In 1892, British playwright Oscar Wilde wrote, “The cynic knows the price of everything and the value of nothing.” A hundred years later, Octavio Paz wrote, “We’ve raised an entire generation of children who know everything about prices, and nothing about values.” Both of these men were addressing a rampant current in society at the time…

Basically, the assertion is that our children know the price of that pair of NIKE Tennis shoes they have on their feet. They just don’t realize that somewhere a cow had to die in order to provide the leather to construct them. They don’t realize that the footwear was made in a Chinese sweatshop by children younger than themselves. They don’t understand that you had to work a certain number of hours in order to pay for those shoes. Consequently, they don’t value the shoes, the leather they are made from, the work of the children who produced them, or your efforts to attain them. They do however, know how much they cost.
The rub here is: knowing how much something costs, doesn’t translate into knowing what it’s worth.

Values are those characteristics that set people apart from the multitude, they are what gives a person “worth.” Your parents and your grandparents knew that values begin at home. They took you to church, washed your mouth out with soap, and popped you on the bottom when you needed it.

If values are important to you, and you are important to your child, the values will also be important to your child.
You are your child’s inherent truths.
Keep in mind that children learn more from what they see, than from what you tell them.

When you think of the character traits that make someone “a person of worth,” words like honesty, integrity, loyalty, humility, respectfulness, responsibility, cooperativeness, faithfulness, persistence, and diligence come to mind.

Do your children think these are these values are important to you? In your evening conversations with your child, do you ever ask her what she thinks about some of the things she tells you about her friends and classmates?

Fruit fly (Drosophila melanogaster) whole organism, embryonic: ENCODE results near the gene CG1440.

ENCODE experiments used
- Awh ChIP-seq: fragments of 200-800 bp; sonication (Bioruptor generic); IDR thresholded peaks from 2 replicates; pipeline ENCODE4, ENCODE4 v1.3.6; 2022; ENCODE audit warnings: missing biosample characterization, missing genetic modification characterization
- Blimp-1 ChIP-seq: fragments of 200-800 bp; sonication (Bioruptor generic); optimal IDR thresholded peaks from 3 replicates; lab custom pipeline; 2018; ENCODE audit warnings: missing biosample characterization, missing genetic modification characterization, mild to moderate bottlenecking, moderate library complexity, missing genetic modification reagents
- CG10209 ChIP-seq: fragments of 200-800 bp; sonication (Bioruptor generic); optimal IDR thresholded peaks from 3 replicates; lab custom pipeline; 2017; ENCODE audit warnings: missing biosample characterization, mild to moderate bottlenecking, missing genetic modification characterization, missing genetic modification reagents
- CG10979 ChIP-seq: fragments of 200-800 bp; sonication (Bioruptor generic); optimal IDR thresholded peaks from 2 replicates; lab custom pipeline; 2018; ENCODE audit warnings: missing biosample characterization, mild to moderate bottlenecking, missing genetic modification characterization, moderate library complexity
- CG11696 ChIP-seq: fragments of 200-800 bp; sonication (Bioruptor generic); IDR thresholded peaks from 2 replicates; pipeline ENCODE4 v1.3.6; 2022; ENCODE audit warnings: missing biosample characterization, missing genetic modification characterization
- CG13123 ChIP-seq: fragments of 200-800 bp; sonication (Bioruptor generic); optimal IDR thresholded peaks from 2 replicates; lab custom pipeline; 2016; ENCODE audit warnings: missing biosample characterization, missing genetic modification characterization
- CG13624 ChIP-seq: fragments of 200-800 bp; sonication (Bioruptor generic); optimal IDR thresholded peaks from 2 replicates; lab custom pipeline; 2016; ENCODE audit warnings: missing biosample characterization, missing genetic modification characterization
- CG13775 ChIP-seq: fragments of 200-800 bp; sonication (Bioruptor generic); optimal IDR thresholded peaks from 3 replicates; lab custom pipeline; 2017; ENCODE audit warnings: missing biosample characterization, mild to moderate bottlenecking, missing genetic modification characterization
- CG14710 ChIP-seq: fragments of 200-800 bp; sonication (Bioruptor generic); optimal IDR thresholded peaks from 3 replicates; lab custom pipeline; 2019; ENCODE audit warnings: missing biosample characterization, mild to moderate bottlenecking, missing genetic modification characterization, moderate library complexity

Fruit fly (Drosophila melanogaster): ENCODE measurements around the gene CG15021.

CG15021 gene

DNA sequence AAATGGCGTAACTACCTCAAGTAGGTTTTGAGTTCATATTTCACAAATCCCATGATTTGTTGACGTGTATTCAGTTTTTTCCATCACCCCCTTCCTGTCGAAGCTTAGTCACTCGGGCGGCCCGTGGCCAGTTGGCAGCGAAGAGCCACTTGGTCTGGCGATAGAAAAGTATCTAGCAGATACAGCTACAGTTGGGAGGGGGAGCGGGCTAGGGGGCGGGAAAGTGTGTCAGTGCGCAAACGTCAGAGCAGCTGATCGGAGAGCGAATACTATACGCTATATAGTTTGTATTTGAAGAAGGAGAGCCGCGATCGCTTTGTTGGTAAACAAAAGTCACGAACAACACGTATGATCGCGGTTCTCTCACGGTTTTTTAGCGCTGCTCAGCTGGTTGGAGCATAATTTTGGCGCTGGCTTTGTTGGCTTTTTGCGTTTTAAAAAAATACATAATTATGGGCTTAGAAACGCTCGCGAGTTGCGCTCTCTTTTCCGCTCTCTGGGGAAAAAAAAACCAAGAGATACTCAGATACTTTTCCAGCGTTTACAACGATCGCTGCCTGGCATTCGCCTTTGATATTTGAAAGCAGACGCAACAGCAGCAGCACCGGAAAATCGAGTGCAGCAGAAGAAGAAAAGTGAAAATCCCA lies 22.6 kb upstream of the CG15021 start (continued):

As parents, we often let our children hear our everyday conversations with our spouses, our friends and our parents. Unfortunately, our adult communication is often centered on finances, products and services. We speak openly about most things, and don’t feel the need to “hide” things from our children, and we shouldn’t. One of the most important things that we shouldn’t hide from our children is the importance of what our parents called “virtues.”

Do you know what kinds of values your children have? Do they have your set of values? Do you have your parents’ values?
Somehow, we expect our children to just “know” that it is important to be honest, to be responsible, to have integrity…

These values don’t just get instilled in our children from the television shows that they watch, anymore than they are gotten through osmosis…it is our job to instill values in our children. It is the goal of our educational system to teach knowledge and skills. Values and virtues have to begin at home.

When we were young, our parents told us or read us stories about George Washington and the cherry tree, Aesop’s fables, the race between the tortoise and the hare, and parables from the Bible. There was a reason for this. Maybe it’s what their parent’s did. Maybe it’s because it was easier to read you the story than have a discussion with a 5 or 6 year old. Maybe it’s because they’ve been tested.

Raise children who become adults “of worth.”
It worked for your parents. It worked for you. It will work for your kids.

(If you are thinking that you’d like to begin to do this, but don’t know where to start…looking for a collection to read to your kids is as easy as logging onto the internet and looking up fables, parables, and stories with a moral…or you could just pick up a copy of William Bennett’s Book of Virtues… I spied one at the Half Price Bookstore in Lewisville last Friday for $6.98…)

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